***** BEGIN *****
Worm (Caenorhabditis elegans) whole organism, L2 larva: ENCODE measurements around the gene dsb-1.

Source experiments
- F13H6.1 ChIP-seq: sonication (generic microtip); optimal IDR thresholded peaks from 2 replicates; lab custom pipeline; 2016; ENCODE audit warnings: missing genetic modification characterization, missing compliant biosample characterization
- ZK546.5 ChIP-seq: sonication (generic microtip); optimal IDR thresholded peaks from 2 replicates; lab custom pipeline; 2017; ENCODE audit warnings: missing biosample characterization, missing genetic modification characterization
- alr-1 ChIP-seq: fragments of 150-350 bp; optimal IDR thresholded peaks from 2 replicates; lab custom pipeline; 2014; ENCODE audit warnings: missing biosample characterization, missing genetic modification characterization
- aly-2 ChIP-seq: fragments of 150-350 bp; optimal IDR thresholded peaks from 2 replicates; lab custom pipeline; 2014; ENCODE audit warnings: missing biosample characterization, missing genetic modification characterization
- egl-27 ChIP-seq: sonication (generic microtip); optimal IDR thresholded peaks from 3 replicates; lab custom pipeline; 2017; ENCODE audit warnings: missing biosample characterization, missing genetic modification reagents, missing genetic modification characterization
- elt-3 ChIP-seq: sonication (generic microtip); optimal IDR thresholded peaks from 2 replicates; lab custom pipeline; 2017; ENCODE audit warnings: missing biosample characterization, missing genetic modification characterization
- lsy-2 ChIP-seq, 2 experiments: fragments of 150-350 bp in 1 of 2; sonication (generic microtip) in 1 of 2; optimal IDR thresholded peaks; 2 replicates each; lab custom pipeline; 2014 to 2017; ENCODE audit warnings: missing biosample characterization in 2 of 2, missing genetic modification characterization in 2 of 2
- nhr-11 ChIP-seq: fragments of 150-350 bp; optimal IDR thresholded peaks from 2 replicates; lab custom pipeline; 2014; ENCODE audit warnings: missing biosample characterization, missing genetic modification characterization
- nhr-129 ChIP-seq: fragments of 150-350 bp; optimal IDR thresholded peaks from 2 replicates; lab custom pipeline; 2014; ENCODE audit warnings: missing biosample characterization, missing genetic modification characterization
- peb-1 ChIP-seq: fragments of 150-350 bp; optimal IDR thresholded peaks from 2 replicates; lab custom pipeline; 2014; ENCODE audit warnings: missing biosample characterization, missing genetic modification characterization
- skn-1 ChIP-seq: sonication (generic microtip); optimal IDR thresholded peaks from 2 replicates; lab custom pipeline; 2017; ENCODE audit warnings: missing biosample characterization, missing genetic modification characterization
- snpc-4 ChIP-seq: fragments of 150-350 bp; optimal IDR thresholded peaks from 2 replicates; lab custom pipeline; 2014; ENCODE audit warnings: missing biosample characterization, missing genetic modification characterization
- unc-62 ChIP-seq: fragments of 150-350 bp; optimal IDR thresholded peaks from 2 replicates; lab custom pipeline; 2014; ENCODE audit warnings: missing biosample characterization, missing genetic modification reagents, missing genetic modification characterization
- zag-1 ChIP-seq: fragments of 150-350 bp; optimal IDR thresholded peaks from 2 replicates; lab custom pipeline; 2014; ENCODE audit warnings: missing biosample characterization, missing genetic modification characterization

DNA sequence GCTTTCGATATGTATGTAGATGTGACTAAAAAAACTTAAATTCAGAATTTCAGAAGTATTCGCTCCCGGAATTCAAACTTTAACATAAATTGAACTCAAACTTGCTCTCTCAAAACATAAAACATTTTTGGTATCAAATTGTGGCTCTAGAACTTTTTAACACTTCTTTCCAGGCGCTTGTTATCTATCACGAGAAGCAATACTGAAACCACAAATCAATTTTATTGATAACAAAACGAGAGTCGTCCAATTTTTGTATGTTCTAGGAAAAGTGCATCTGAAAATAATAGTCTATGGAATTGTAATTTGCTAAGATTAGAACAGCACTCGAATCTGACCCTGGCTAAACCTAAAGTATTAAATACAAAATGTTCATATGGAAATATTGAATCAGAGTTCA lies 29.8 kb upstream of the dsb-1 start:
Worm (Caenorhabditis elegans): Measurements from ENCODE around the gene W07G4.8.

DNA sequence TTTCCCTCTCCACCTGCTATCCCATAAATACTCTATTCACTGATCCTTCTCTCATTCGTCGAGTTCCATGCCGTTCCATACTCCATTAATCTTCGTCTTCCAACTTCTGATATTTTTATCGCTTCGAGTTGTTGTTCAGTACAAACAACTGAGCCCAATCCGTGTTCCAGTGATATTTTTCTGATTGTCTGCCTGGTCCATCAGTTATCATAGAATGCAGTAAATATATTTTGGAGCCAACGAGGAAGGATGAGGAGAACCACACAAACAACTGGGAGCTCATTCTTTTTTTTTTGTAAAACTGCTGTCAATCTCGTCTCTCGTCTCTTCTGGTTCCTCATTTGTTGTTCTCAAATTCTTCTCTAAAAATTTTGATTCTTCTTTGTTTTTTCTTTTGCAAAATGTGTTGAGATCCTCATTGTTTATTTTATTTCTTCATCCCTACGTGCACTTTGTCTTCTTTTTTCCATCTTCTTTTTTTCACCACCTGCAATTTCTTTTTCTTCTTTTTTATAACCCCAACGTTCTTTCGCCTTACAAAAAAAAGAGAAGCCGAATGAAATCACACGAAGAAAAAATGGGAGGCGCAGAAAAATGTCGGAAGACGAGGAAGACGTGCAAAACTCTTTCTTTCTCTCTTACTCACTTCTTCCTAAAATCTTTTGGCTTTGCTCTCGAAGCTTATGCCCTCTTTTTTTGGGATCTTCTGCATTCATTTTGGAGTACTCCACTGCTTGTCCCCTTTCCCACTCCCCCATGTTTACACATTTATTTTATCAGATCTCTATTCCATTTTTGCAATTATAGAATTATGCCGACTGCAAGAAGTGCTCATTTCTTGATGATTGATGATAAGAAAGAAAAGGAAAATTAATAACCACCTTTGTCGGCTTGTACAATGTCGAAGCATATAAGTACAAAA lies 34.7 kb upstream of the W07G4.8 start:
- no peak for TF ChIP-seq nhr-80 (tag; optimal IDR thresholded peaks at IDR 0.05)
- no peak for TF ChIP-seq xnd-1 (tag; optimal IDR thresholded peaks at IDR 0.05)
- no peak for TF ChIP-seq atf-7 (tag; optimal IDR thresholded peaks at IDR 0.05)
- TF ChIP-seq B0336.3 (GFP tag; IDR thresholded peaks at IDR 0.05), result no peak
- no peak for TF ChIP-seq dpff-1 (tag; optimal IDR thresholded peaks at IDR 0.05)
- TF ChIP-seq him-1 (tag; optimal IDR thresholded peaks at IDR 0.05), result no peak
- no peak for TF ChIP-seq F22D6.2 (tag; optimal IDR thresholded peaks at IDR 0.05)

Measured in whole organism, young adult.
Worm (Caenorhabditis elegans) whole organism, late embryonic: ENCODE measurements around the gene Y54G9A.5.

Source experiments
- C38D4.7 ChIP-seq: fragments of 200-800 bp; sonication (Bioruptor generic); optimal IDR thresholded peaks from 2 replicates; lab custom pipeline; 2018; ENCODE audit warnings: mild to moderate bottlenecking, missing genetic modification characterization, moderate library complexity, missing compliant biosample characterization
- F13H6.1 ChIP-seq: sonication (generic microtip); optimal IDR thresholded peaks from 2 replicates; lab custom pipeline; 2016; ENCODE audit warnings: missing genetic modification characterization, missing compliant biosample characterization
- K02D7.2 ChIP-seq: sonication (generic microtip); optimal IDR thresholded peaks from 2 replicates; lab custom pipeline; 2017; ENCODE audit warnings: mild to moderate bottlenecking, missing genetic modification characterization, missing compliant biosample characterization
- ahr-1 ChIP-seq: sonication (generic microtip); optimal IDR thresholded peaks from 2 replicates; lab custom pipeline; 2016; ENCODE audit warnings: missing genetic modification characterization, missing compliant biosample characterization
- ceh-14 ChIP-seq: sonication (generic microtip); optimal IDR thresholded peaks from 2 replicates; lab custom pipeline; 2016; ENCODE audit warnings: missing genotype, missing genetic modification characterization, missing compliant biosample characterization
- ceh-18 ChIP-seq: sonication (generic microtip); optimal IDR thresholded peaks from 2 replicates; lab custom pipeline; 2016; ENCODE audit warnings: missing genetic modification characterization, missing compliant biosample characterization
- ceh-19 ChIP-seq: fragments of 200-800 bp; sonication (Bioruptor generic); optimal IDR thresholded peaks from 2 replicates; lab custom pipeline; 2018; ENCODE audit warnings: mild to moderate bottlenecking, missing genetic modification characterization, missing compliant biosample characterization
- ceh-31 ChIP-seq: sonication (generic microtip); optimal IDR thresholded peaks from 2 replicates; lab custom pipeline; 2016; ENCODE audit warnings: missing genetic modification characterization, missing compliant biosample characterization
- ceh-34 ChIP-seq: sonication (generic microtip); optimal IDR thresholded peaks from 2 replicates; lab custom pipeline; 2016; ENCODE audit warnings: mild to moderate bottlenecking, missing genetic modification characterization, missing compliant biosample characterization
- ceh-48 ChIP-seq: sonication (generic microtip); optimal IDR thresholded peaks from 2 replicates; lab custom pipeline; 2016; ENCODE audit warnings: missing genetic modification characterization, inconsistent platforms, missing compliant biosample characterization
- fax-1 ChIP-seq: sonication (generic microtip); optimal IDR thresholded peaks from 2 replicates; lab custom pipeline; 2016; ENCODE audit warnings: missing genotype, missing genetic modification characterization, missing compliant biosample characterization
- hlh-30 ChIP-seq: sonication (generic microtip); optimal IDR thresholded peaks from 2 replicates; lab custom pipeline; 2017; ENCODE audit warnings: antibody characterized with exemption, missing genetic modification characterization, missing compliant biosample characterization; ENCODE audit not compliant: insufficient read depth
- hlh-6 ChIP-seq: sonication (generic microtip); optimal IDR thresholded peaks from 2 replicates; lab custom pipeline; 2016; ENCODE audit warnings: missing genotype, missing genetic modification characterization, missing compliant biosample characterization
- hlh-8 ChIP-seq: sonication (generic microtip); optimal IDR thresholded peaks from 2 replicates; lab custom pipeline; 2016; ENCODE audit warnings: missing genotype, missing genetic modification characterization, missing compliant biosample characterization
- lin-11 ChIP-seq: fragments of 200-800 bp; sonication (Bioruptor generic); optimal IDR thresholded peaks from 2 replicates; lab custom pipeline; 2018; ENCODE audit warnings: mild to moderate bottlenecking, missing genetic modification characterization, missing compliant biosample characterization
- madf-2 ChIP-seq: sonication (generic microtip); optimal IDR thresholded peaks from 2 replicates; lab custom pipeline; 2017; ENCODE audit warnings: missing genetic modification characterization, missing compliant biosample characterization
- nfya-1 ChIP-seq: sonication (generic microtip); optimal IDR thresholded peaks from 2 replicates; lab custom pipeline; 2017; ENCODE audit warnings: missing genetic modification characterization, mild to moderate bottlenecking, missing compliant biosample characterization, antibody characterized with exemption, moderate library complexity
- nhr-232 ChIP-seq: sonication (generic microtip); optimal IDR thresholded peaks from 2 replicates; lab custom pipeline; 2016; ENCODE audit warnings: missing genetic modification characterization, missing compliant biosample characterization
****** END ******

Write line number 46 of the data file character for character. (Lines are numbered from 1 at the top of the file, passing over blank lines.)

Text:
- nfya-1 ChIP-seq: sonication (generic microtip); optimal IDR thresholded peaks from 2 replicates; lab custom pipeline; 2017; ENCODE audit warnings: missing genetic modification characterization, mild to moderate bottlenecking, missing compliant biosample characterization, antibody characterized with exemption, moderate library complexity